Gel mobility shift analysis was performed using a DIG gel shift kit (Roche Diagnostics). To prepare the probe, the promoter region (192 bp) of the bacilysin biosynthesis operon was amplified with the primer pair PywfB200-F and PywfB-R. The resulting PCR product was labeled with digoxigenin (DIG) at the 3′ end as described in the manufacturer's manual. The 100-fold-diluted probe (1 μl) was incubated at 25°C for 15 min with or without His10-tagged ScoC, in 15 μl of binding buffer {20 mM HEPES (pH 7.6), 30 mM KCl, 1 mM EDTA, 10 mM (NH4)2SO4, 1 mM dithiothreitol, 0.2% Tween 20, 6.7 μg/ml poly(Lys), and 67 μg/ml poly[d(I-C)]}. DNA and DNA-protein complexes were separated by 5% nondenaturing PAGE, transferred onto a membrane (Hybond-N+; Amersham), and detected as described in the manufacturer's manual. The result indicated that the His10-tagged ScoC protein bound to the DIG-labeled probe, which contained the ywfB promoter region between positions −163 and +29, with a binding dissociation constant of 1 μM (calculated as a monomer) (Fig. (Fig.3C).3C). This association was significantly reduced with a 100-fold molar excess of unlabeled DNA, indicating that the binding to the ywfB promoter region was specific (Fig. (Fig.3C).3C). The band which migrates more slowly than the ScoC-probe DNA complex was also detected in the presence of an excess unlabeled probe DNA. Although the reason is still unclear, it is possible that ScoC protein forms a complex with two molecules of the target DNA (probe DNA and unlabeled probe DNA). Our results indicate that ScoC directly binds to the bacilysin operon promoter, eventually leading to repression of its transcription.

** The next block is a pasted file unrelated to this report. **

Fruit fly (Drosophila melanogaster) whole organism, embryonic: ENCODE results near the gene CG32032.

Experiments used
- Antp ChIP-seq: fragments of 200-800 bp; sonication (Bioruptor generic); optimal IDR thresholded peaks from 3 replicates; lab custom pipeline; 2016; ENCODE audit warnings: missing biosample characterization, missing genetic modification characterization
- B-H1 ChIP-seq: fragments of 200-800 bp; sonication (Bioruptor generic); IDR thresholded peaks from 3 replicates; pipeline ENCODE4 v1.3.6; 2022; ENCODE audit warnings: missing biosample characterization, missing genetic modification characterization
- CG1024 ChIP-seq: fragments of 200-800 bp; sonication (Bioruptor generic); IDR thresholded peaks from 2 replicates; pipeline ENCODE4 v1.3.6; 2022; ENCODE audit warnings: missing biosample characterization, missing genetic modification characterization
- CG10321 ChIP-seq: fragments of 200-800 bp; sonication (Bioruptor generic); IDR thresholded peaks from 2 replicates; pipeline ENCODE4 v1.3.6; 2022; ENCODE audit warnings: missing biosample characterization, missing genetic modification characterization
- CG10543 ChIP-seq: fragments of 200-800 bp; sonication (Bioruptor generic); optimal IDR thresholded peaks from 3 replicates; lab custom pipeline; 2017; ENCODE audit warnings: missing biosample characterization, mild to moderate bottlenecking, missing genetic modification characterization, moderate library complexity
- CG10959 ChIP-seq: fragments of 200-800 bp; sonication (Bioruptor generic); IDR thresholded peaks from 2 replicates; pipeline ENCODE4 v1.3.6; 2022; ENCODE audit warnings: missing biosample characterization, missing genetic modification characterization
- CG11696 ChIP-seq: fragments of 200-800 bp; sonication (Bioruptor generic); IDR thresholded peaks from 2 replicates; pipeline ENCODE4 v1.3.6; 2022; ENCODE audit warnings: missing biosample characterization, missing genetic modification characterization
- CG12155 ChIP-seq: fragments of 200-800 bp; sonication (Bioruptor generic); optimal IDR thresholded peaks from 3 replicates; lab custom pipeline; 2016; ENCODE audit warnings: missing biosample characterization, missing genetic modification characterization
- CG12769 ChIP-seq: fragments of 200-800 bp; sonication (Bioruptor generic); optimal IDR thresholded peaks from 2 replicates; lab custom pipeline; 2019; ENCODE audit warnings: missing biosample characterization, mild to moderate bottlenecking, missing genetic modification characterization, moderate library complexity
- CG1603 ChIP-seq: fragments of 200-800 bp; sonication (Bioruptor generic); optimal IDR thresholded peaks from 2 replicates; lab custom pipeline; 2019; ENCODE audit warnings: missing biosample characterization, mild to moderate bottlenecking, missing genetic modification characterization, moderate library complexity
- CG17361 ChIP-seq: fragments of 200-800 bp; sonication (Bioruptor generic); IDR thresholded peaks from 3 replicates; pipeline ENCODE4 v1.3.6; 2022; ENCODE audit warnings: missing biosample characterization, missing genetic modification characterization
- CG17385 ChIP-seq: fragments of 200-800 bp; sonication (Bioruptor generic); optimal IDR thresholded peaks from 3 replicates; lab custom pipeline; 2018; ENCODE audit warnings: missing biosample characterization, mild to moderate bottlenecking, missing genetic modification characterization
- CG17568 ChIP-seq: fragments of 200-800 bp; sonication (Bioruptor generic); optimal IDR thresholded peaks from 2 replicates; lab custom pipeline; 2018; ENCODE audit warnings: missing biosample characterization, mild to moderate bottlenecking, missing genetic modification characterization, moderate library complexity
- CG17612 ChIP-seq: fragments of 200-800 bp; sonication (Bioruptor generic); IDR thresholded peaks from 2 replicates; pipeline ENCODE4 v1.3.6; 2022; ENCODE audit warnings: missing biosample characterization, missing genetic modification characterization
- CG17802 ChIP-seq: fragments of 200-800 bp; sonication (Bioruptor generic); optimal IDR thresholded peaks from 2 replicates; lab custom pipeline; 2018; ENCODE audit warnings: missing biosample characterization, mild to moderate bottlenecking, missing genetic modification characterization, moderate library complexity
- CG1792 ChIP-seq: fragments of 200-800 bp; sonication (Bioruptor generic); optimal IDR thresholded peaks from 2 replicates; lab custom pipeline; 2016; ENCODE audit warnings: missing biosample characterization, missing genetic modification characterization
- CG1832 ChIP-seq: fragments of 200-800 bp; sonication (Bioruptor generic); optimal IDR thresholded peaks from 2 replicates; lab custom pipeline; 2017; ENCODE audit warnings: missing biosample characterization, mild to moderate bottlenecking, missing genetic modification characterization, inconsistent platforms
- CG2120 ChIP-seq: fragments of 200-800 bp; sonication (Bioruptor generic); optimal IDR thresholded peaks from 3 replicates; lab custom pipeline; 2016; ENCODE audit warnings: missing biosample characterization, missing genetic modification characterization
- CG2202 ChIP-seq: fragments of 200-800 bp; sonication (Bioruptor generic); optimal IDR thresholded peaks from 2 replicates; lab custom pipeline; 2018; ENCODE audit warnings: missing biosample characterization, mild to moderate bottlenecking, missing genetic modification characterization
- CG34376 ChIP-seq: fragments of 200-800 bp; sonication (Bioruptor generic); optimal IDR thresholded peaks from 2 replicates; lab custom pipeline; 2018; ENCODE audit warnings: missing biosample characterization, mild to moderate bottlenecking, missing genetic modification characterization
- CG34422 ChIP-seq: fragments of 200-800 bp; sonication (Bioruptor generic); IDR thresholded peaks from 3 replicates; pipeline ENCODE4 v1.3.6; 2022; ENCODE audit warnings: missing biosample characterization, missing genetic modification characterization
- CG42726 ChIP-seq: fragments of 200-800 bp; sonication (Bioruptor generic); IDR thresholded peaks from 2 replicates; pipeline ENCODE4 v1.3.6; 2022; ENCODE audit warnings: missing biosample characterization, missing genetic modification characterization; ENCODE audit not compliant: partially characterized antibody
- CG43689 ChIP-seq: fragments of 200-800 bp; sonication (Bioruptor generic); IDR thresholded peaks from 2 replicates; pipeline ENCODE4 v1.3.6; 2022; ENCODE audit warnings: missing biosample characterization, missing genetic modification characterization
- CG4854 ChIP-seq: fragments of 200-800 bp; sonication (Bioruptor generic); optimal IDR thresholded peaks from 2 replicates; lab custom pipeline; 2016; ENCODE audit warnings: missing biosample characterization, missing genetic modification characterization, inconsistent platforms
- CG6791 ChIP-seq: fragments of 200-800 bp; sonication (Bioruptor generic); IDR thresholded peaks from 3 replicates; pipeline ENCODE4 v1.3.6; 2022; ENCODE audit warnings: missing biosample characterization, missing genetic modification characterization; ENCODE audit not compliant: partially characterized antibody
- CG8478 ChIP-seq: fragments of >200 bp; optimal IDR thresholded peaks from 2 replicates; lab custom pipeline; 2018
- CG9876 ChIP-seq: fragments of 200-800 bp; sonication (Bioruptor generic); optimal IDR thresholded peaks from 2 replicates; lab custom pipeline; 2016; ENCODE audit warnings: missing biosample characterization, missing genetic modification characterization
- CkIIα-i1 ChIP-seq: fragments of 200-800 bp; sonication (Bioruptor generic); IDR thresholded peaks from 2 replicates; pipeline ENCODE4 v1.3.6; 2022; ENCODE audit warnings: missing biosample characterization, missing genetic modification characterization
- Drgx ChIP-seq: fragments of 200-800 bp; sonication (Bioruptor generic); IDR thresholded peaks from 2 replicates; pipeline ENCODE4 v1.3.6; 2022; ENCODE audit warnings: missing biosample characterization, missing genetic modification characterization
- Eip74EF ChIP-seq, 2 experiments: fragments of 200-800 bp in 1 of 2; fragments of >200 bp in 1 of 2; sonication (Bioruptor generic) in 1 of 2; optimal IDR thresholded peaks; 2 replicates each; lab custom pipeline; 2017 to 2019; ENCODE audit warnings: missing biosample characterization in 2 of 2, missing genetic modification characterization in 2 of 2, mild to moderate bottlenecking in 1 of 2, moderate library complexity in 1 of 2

Concluding remarks.

Unlike CodY and AbrB, the importance of ScoC in the stationary-phase gene expression of B. subtilis has not been recognized fully, although ScoC has been known to function as a negative regulator of protease production and sporulation (10). Our study is the first to demonstrate unambiguously the important role (negative control) of ScoC in antibiotic production. Owing to the fact that B. subtilis is a model organism of gram-positive bacteria, our results may provide a feasible system for understanding the regulatory circuit of bacterial secondary metabolism.


We thank M. Itaya (Keio Univ.) for providing a B. subtilis strain (abrB::neo) and Roche NimbleGen, Inc., Madison, WI, for supporting the mutation search using the comparative genome sequencing technique.

This work was supported by grants from the Effective Promotion of Joint Research of Special Coordination Funds (to K.O.) and from KAKENHI no. 20780064 Grant-in-Aid for Young Scientists (B) (to T.I.).


[down-pointing small open triangle]Published ahead of print on 2 October 2009.